One of our fave blogs is Bruce Hietbrink's GodBricks (see our piece, The Fiqh of Bricks). If you're not already familiar with this, take some time to check it out. If you're already a fan, you obviously know why we like it. So you can guess how thrilled we were to see, on GodBricks, the latest intersection between LEGO and Islam. It's Teaching Kids the Holy Quran, a minimalist LEGO blog by Toronto's Mezba Mahtab. Mahtab is a 2006 winner of the Brass Crescent Award for Best Post or Series (Don't forget to vote for this year's BCA – we're up for Best New Blog!)
Unlike the detailed dioramas of the Brick Testament, Mahtab has chosen to focus right in on the details – the people and characters that make up each ayat of the Qur'an. Back in April, he started "sculpting" fellow bloggers in LEGO, and the day before Hallowe'en, announced Teaching Kids the Holy Quran. Why?
What I have noticed is a lot of kids (and even adults) read the Quran without understanding a single word of the text. Allah Himself has agreed to protect the Quran - so the Book does not need the efforts of people like me, but I hope the interesting visual representation of the translated words will help in raising the interest of some kids (and even adults who may not normally have the inclination) to read (and understand) the Quran. In other words - I hope they read with meaning.
He's bang on. The emphasis on learning to read Qur'anic Arabic without an equal emphasis on comprehension leads to some interesting outcomes: people (i.e., me) who can recite prayers without knowing what they're saying. For the record, I do understand why this happens. The mechanics of learning the script and recitation is pretty difficult. A young brain can handle it, and the assumption is that you'll speak enough Arabic, Urdu, whatever, during your life that you'll fill in the blanks. Get the tough stuff done first. When Mom taught me how to read Arabic, and then led me through reading the Qur'an, I read the English translation after reading the original Arabic. During prayers, the recitations are all done in Arabic. So the number of Arabic recitations significantly outweighed the English recitations, and the primary goal of being able to recite a multitude of surahs for salat was achieved. I never took it upon myself to properly map the Arabic to English, so my understanding isn't word-for-word, it's surah-to-general story.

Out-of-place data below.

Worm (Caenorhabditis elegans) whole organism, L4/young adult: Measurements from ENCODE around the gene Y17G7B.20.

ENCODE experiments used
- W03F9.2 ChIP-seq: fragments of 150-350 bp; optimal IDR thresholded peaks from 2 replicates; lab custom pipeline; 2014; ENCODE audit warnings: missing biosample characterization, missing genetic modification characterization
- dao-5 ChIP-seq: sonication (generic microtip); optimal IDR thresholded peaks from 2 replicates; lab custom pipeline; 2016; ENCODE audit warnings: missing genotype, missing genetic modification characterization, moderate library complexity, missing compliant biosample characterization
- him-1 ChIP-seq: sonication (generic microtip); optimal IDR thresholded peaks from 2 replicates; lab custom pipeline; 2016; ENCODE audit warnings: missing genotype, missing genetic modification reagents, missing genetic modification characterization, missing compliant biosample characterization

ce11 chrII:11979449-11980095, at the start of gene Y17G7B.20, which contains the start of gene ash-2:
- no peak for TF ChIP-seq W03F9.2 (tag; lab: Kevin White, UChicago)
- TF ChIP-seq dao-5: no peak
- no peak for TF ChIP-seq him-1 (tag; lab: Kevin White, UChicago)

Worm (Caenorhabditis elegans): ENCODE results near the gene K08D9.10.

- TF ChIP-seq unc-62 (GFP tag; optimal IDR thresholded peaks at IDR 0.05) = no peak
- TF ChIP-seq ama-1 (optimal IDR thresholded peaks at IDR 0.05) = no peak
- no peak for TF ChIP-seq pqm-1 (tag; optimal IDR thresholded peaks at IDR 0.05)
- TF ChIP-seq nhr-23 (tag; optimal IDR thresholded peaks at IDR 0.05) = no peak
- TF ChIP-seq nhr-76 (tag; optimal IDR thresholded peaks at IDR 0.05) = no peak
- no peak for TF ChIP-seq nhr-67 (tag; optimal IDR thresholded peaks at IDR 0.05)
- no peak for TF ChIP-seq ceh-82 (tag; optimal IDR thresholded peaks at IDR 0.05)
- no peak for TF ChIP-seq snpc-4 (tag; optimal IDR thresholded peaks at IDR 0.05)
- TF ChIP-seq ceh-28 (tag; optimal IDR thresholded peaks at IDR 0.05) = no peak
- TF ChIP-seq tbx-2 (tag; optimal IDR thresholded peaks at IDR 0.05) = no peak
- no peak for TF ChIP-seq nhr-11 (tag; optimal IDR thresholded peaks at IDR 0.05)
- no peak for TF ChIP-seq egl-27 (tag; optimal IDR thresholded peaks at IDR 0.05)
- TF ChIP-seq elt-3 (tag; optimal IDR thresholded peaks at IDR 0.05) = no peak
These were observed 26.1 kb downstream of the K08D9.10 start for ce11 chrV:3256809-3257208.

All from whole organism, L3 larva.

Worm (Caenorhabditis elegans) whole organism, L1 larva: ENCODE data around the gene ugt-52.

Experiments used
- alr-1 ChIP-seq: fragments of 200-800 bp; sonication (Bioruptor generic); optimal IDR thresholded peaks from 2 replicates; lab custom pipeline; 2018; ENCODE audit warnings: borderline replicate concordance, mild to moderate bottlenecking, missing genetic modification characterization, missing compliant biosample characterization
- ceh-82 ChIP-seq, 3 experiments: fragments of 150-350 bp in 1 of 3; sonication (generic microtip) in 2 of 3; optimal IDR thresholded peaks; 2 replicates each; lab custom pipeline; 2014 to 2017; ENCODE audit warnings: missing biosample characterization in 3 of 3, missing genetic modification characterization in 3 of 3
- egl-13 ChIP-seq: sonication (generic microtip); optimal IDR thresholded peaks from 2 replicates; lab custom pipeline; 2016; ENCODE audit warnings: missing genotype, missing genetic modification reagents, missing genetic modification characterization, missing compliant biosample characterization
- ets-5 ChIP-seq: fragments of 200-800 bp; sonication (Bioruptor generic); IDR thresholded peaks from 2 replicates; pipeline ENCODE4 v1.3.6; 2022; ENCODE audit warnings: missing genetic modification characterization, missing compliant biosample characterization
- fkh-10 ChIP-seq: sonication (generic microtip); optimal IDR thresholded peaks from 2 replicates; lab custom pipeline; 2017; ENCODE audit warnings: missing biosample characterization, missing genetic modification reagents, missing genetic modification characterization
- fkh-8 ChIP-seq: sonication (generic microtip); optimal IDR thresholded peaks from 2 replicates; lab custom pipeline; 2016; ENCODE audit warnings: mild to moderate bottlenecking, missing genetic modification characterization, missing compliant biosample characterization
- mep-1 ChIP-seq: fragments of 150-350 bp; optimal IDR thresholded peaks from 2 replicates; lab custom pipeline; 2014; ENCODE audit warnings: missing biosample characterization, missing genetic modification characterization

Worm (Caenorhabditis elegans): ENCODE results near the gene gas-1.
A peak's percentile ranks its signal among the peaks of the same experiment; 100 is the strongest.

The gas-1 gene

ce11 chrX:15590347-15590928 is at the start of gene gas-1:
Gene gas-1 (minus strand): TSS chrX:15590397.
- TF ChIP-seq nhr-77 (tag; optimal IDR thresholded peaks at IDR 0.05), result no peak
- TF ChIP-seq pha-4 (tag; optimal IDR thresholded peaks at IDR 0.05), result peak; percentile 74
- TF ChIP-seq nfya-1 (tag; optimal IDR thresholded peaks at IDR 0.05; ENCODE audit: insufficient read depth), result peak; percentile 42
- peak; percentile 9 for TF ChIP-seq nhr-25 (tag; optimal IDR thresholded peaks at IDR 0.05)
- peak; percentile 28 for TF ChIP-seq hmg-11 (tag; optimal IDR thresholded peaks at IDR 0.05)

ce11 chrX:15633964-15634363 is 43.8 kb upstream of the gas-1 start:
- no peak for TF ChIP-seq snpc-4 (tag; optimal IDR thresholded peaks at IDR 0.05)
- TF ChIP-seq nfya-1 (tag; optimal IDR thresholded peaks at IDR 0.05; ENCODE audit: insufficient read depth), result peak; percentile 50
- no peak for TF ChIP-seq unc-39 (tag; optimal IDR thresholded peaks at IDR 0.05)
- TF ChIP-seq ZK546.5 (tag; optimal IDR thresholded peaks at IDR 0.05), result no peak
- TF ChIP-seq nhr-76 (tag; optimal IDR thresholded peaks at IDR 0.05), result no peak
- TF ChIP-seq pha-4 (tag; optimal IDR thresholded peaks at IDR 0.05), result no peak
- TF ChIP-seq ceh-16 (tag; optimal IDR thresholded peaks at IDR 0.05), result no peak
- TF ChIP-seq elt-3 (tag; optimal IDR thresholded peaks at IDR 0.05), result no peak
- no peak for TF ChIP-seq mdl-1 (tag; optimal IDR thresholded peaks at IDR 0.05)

Where Mahtab's beautiful close-up shots really kick in is by providing the visual context in which to place the general story and the activity within a specific ayat. Using LEGO minifigures and spare brick sets, all the emphasis is placed on the interaction and emotion of the characters and story. I'm also seriously digging the outfit on the eeeeeevil parsimonious guy in the illustration of Al Maun (Be sure to click the images to really appreciate the photography.) He's slowly building his library of surahs. As of this post, surah 94, Al Inshirah (Relief) and surah 107 Al Maun (Alms giving) are up for your viewing – and understanding – pleasure.
As rule #3 importantly points out in the Rules section of the blog, "No portrayal of Islamic figures. Or of Allah." As some of you have noticed, Muslims sometimes react poorly when the injunction against images of Prophet Muhammad (pbuh) or other non-portrayable beings is broken. Not only is Mahtab not doing that, I seriously doubt anyone in their right mind would mistake a LEGO minifigure as an accurate portrayal of anyone and somehow worship it, committing shirk. Then again, if you're that easily manipulated, you need more help than even LEGO can provide.
When I read rule #4, "Keep it contemporary," I can't help but think of Sandow Birk's American Qur'an. Another artist using – gasp – art as a medium for conveyance and interpretation. Some people get caught up in the fact that Birk used paintings to illuminate the Qur'an, but ignored the fact he didn't break any rules. In fact, he illustrated it with great respect. While Mahtab's purpose may be stated differently, both his and Birk's goals are the same – providing an accessible, engaging visual way in which to read with understanding.
This is a huge, cool, multi-year project. We're excited to see more from Mahtab and wish him the best!